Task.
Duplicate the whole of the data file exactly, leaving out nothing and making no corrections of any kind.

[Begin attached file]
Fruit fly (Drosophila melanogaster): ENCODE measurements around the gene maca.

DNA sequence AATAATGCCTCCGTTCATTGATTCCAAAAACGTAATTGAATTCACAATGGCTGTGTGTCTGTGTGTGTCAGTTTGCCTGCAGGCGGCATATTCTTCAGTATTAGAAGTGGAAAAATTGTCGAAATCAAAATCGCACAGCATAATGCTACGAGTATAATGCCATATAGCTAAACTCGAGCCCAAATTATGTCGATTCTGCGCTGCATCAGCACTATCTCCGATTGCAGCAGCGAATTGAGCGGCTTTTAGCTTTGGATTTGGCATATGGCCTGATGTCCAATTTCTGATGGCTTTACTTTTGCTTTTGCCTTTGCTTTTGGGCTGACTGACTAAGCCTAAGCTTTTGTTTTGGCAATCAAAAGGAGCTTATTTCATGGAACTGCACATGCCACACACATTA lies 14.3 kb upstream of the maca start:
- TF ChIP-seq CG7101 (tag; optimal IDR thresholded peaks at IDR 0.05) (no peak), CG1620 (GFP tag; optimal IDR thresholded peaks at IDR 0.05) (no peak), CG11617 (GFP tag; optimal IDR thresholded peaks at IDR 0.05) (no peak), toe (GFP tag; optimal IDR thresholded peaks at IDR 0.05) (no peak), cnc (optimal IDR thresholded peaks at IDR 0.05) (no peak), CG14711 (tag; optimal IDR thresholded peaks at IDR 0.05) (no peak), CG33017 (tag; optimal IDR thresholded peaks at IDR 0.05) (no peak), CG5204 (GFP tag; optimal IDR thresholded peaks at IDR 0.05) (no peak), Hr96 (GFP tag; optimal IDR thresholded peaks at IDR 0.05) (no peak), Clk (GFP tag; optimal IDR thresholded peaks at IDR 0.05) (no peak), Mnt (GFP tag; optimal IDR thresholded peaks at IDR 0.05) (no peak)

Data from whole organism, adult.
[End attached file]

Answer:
Fruit fly (Drosophila melanogaster): ENCODE measurements around the gene maca.

DNA sequence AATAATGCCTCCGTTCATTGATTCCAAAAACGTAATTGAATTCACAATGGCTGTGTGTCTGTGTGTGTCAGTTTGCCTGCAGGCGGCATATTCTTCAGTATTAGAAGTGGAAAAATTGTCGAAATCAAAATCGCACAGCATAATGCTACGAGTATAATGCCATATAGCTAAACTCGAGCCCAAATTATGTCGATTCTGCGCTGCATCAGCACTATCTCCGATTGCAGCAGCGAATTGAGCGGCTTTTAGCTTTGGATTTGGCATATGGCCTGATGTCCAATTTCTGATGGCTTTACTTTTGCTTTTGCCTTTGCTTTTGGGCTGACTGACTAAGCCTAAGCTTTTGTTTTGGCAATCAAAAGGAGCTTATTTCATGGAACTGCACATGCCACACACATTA lies 14.3 kb upstream of the maca start:
- TF ChIP-seq CG7101 (tag; optimal IDR thresholded peaks at IDR 0.05) (no peak), CG1620 (GFP tag; optimal IDR thresholded peaks at IDR 0.05) (no peak), CG11617 (GFP tag; optimal IDR thresholded peaks at IDR 0.05) (no peak), toe (GFP tag; optimal IDR thresholded peaks at IDR 0.05) (no peak), cnc (optimal IDR thresholded peaks at IDR 0.05) (no peak), CG14711 (tag; optimal IDR thresholded peaks at IDR 0.05) (no peak), CG33017 (tag; optimal IDR thresholded peaks at IDR 0.05) (no peak), CG5204 (GFP tag; optimal IDR thresholded peaks at IDR 0.05) (no peak), Hr96 (GFP tag; optimal IDR thresholded peaks at IDR 0.05) (no peak), Clk (GFP tag; optimal IDR thresholded peaks at IDR 0.05) (no peak), Mnt (GFP tag; optimal IDR thresholded peaks at IDR 0.05) (no peak)

Data from whole organism, adult.